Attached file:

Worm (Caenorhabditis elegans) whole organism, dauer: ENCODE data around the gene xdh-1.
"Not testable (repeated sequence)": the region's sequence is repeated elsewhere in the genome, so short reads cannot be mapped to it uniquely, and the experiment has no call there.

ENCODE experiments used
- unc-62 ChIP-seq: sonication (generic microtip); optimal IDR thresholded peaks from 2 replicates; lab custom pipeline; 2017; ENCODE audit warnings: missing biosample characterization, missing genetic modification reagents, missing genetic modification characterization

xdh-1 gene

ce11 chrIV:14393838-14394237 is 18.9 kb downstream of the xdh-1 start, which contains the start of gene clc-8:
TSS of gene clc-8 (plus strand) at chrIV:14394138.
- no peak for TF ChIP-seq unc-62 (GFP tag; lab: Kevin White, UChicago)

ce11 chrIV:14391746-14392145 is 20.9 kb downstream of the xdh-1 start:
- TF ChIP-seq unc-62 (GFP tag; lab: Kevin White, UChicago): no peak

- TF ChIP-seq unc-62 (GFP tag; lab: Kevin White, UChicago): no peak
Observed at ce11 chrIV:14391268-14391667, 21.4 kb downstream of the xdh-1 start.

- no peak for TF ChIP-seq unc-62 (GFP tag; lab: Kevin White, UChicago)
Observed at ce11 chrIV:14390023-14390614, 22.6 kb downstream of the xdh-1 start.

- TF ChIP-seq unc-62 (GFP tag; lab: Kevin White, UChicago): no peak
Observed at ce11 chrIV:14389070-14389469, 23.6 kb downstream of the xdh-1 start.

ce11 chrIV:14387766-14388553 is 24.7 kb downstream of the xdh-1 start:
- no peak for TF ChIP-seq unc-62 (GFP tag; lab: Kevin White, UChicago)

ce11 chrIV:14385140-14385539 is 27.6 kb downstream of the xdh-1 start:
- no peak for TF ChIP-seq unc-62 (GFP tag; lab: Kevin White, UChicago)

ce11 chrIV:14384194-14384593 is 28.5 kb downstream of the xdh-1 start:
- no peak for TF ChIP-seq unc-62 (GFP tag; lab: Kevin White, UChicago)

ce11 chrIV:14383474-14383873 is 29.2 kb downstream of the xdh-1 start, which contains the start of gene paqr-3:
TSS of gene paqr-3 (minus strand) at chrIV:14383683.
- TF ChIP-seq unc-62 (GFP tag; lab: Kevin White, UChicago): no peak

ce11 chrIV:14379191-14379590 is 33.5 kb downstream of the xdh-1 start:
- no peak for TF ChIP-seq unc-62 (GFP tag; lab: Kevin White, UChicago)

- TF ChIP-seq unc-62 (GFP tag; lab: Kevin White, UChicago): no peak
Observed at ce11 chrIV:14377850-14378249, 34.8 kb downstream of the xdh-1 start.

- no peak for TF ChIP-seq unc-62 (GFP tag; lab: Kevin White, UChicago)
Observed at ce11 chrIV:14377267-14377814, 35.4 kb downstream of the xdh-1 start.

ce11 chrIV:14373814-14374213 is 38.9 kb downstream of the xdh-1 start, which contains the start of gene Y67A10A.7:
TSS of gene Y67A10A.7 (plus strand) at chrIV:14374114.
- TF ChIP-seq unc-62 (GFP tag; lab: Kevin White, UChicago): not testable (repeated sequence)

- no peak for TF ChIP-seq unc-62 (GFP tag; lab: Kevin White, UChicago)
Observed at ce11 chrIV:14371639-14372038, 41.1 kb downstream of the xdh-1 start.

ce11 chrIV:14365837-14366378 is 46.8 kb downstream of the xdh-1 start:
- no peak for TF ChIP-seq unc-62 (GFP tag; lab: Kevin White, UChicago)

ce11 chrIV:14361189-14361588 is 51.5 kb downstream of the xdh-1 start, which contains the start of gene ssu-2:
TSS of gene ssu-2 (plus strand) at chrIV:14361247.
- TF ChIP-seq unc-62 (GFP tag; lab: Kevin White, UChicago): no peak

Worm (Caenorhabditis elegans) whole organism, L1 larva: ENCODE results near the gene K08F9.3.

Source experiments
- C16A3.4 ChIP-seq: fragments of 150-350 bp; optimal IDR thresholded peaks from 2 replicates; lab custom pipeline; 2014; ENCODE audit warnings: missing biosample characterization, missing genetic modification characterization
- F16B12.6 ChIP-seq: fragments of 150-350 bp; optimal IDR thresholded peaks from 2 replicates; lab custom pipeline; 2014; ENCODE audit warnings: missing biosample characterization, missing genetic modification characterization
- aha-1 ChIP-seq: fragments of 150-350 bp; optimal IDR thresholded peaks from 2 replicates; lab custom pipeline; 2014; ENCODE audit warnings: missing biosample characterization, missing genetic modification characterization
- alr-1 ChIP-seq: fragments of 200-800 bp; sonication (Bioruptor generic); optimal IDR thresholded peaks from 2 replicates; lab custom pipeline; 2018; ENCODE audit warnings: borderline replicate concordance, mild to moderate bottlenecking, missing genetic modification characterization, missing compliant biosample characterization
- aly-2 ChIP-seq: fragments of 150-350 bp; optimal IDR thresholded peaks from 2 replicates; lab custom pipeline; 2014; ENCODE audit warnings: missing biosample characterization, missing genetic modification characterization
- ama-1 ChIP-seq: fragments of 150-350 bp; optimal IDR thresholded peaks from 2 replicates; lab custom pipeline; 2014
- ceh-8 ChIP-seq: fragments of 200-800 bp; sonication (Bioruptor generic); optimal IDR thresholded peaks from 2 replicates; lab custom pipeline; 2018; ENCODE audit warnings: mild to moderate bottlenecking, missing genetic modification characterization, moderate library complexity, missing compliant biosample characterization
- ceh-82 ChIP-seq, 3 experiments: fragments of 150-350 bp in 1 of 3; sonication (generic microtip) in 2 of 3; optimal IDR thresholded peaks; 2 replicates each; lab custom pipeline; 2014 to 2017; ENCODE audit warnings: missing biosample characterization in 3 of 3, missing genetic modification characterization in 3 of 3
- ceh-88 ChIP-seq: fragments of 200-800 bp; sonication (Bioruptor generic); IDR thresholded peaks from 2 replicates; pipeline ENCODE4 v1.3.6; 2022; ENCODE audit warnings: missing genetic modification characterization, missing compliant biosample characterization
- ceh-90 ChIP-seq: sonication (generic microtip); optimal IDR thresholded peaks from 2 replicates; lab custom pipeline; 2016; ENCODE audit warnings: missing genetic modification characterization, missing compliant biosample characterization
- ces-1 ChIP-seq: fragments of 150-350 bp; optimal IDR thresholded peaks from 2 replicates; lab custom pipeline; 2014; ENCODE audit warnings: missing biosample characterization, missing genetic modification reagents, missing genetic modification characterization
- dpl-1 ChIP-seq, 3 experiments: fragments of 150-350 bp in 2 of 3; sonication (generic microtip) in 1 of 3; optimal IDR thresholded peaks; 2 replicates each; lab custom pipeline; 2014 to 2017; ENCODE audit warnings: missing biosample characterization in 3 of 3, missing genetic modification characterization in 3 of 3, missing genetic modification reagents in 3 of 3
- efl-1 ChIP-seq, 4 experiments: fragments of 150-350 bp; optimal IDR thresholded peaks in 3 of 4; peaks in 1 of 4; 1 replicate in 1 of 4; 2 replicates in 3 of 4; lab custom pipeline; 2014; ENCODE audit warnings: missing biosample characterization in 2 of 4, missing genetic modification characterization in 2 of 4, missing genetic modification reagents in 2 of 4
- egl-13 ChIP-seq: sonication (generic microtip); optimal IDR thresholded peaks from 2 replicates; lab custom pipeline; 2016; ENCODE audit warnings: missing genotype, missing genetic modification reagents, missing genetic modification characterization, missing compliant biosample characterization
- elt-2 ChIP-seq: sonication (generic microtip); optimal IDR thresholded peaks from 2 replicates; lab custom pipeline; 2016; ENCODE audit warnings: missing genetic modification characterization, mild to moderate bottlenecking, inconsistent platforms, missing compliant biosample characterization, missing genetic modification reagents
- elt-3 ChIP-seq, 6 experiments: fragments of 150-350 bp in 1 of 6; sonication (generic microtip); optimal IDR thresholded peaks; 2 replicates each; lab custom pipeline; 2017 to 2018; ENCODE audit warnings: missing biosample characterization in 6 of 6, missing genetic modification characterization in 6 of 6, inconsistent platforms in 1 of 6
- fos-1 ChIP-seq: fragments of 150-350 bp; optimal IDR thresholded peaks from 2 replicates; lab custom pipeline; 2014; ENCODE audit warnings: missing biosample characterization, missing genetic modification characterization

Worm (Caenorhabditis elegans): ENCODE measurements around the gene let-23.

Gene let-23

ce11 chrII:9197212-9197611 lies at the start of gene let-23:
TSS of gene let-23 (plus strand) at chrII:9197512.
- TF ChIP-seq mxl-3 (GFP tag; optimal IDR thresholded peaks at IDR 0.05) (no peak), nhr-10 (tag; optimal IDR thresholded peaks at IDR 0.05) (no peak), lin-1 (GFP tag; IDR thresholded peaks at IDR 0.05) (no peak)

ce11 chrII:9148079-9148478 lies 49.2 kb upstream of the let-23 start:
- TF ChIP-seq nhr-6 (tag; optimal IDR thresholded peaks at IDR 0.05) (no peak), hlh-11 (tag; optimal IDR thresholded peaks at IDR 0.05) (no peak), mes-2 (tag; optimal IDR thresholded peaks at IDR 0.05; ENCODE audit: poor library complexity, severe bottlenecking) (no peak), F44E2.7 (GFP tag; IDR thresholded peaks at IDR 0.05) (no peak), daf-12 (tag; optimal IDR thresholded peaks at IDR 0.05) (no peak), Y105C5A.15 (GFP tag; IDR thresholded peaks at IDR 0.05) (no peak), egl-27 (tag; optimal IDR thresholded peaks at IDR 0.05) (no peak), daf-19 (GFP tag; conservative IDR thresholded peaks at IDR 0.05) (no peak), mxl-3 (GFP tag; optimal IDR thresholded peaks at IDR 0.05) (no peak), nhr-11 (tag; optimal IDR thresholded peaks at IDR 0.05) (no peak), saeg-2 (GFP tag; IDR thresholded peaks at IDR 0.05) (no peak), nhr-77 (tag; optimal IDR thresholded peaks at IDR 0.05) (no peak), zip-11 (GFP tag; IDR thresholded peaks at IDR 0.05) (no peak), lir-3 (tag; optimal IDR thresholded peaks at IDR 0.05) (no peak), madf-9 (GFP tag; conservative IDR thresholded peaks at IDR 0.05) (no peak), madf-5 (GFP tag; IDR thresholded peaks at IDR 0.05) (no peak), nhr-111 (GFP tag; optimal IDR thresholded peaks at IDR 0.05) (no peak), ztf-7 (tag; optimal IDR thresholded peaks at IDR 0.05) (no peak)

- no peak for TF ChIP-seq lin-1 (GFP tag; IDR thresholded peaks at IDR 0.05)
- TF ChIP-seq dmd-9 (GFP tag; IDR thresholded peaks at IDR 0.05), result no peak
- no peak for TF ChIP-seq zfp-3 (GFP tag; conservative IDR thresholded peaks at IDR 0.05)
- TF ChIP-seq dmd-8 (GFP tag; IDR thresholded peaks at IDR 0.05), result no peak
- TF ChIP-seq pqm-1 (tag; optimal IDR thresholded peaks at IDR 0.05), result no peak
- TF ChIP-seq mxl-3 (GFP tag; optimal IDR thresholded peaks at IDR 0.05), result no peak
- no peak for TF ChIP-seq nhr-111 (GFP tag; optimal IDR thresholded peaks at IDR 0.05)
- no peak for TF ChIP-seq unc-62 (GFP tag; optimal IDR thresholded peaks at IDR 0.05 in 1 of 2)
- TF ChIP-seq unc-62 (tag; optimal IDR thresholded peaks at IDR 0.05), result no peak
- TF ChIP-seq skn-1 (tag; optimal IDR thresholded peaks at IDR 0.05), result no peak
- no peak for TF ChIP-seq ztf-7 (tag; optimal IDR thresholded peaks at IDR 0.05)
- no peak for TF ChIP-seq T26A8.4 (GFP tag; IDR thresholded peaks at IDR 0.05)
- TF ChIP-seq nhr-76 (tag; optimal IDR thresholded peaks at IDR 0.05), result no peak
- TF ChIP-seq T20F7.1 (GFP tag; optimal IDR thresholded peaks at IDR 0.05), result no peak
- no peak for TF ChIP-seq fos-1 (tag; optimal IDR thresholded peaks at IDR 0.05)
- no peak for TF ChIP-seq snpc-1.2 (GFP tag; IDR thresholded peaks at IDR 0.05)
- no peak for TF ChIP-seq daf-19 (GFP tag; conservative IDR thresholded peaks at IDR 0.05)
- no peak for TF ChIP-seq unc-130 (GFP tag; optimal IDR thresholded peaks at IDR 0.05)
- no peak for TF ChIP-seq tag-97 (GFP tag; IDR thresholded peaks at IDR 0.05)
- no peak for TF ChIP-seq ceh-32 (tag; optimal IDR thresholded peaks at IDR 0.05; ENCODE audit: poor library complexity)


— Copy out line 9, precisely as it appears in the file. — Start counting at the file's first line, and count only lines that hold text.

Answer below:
ce11 chrIV:14391746-14392145 is 20.9 kb downstream of the xdh-1 start: